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Law Firm Leader: Brian D. Malkmus

brian-malkmusBrian D. Malkmus

Malkmus Law Firm

Some lawyers like to dwell on their victories. Not Brian Malkmus.

“I remember the losses really well. I can tell you the facts of every case I have ever lost,” he said. “Those are what teach you the most. Why did I lose? Is there something I could have done better?”

Malkmus may strive to learn from failure, but much of what he can see in the rearview mirror is a track record of success as a civil trial attorney primarily defending medical-malpractice clients.

A native of Little Rock and graduate of the University of Arkansas, Malkmus began his career with Hinshaw & Culbertson before moving to Springfield for stints at Daniel, Clampett, Powell & Cunningham, and Shughart, Thomson & Kilroy. Later, he spent four years as a partner at Blackwell Sanders Peper Martin.

For the past decade and a half, he’s been a founding member of the firm that bears his name and which he runs with his wife. As its trial leader, he’s recently earned a fellowship with the American College of Trial Lawyers. In 2018, he served as lead counsel in multiple trials resulting in defense verdicts.

Malkmus still recalls advice he received from an attorney at Blackwell Sanders who told others never to rely on the franchise value of the firm. In short, don’t believe too much of your own good press.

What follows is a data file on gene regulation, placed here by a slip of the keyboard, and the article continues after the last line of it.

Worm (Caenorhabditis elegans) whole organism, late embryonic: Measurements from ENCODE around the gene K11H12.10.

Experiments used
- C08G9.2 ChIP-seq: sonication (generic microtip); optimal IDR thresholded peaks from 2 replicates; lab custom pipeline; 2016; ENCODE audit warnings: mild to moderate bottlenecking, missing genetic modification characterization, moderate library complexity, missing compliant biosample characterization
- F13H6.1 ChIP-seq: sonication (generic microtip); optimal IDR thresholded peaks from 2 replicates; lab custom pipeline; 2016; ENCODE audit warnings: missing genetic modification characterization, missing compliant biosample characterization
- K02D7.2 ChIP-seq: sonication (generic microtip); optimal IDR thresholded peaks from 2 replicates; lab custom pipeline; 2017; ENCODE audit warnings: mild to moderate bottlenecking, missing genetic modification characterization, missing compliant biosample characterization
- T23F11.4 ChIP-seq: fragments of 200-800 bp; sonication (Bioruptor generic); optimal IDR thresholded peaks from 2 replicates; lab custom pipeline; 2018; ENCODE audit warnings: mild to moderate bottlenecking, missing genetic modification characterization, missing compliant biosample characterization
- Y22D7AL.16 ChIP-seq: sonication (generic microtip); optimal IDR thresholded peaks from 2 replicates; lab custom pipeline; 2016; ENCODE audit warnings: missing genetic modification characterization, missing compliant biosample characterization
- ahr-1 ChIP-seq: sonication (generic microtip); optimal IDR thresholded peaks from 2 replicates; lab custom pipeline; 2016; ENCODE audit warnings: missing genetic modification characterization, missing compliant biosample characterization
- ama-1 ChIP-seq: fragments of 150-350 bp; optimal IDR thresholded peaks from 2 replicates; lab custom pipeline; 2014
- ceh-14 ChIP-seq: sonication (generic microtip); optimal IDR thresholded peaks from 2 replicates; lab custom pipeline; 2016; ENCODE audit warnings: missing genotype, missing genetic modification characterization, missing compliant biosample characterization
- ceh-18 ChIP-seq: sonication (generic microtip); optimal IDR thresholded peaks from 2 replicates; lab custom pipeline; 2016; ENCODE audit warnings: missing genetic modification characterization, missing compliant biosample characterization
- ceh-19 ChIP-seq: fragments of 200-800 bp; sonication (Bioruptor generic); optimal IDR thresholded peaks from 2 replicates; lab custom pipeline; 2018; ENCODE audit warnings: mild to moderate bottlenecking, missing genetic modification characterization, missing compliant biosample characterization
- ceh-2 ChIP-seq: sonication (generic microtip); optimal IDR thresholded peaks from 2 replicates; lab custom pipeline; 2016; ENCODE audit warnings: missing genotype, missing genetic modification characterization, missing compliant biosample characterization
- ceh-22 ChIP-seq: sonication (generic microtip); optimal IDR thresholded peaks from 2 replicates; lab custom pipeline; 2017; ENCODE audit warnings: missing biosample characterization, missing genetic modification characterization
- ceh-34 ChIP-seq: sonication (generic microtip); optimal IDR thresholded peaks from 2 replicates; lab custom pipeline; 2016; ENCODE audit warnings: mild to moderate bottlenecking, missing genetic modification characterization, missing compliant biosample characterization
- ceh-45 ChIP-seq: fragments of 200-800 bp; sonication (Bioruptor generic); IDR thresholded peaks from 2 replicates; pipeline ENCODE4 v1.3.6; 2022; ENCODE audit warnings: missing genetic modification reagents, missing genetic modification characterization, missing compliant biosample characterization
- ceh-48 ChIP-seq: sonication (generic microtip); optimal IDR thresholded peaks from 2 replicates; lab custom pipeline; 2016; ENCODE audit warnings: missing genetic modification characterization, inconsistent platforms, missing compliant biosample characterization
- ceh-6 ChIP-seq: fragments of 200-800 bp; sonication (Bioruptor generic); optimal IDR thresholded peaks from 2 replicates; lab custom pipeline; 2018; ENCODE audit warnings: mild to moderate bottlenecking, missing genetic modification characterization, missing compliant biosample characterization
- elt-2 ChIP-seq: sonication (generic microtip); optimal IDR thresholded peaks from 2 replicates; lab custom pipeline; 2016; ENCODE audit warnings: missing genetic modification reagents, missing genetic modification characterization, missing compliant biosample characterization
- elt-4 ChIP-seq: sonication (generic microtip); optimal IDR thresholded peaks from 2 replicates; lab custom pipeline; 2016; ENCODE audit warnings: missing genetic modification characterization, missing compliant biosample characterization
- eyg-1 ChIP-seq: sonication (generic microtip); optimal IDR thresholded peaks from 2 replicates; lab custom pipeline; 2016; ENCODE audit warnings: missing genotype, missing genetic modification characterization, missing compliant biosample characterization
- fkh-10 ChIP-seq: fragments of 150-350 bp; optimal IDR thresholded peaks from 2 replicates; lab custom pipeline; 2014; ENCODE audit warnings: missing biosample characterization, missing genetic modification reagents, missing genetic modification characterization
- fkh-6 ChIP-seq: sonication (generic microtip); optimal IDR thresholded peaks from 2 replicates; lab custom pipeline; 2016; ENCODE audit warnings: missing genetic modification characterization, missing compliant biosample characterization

“If you start winning and thinking you are something special, you lose sight of what you are doing, why you are doing it and who is important here,” he said.

“When you lose a case, it makes you concentrate and focus on your craft and recognize that it is not a given to win. There is a very competent and skilled trial attorney across the table from you who is in many cases better than you are.”

Today, he helps to mold a five-attorney enterprise in what he describes as “a culture of service.”

“To lead a law firm or to lead anyone and to do it well is to recognize that it is a position of service versus a position of power,” he said. “Power over someone else, the ability to tell someone to go do X, Y or Z, is not something you have. It is something they give you.”

He sees it as a gift you must earn from those you lead.

“I affirm to myself every day that it is my personal responsibility that they have a job, that they do well, that their kids go to school, that they have a nice house, that they have health care,” he noted. “When you do that, it colors the decisions you make about how you staff your firm, how you use your time, how you spend the firm’s money.”

He also believes in the importance of proper preparation.

“The one thing about the law, especially trial practice, is you can’t get bored because every case is a completely different thing that you have to learn so deeply,” he said.

“I’ve got to go tell 12 people on a jury everything about what you did and then I’ve got to go fight an expert witness who is a surgeon on this level, so I have to know it that well.”

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